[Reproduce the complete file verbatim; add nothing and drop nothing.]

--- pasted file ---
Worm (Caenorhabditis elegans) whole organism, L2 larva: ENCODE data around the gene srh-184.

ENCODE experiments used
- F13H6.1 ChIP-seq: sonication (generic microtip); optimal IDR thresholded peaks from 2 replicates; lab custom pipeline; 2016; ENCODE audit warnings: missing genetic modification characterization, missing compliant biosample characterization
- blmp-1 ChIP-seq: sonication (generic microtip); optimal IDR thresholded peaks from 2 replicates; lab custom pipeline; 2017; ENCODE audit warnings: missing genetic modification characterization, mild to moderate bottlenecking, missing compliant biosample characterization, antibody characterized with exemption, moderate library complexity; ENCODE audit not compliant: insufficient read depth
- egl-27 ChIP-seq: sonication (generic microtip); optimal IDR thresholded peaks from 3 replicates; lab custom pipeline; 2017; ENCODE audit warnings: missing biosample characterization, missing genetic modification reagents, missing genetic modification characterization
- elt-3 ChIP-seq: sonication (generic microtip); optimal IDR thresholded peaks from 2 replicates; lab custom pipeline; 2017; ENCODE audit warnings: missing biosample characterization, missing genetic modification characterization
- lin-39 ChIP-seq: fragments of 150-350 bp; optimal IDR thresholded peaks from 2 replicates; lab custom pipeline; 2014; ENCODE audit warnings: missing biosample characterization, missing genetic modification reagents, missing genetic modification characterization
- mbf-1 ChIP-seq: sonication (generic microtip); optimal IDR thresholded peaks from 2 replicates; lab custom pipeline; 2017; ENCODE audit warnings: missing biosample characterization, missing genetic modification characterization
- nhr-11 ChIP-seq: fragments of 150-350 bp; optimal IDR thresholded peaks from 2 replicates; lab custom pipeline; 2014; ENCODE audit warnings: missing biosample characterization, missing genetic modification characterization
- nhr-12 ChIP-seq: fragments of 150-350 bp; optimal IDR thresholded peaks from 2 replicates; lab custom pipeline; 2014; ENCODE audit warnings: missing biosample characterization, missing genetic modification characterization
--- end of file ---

Worm (Caenorhabditis elegans) whole organism, L2 larva: ENCODE data around the gene srh-184.

ENCODE experiments used
- F13H6.1 ChIP-seq: sonication (generic microtip); optimal IDR thresholded peaks from 2 replicates; lab custom pipeline; 2016; ENCODE audit warnings: missing genetic modification characterization, missing compliant biosample characterization
- blmp-1 ChIP-seq: sonication (generic microtip); optimal IDR thresholded peaks from 2 replicates; lab custom pipeline; 2017; ENCODE audit warnings: missing genetic modification characterization, mild to moderate bottlenecking, missing compliant biosample characterization, antibody characterized with exemption, moderate library complexity; ENCODE audit not compliant: insufficient read depth
- egl-27 ChIP-seq: sonication (generic microtip); optimal IDR thresholded peaks from 3 replicates; lab custom pipeline; 2017; ENCODE audit warnings: missing biosample characterization, missing genetic modification reagents, missing genetic modification characterization
- elt-3 ChIP-seq: sonication (generic microtip); optimal IDR thresholded peaks from 2 replicates; lab custom pipeline; 2017; ENCODE audit warnings: missing biosample characterization, missing genetic modification characterization
- lin-39 ChIP-seq: fragments of 150-350 bp; optimal IDR thresholded peaks from 2 replicates; lab custom pipeline; 2014; ENCODE audit warnings: missing biosample characterization, missing genetic modification reagents, missing genetic modification characterization
- mbf-1 ChIP-seq: sonication (generic microtip); optimal IDR thresholded peaks from 2 replicates; lab custom pipeline; 2017; ENCODE audit warnings: missing biosample characterization, missing genetic modification characterization
- nhr-11 ChIP-seq: fragments of 150-350 bp; optimal IDR thresholded peaks from 2 replicates; lab custom pipeline; 2014; ENCODE audit warnings: missing biosample characterization, missing genetic modification characterization
- nhr-12 ChIP-seq: fragments of 150-350 bp; optimal IDR thresholded peaks from 2 replicates; lab custom pipeline; 2014; ENCODE audit warnings: missing biosample characterization, missing genetic modification characterization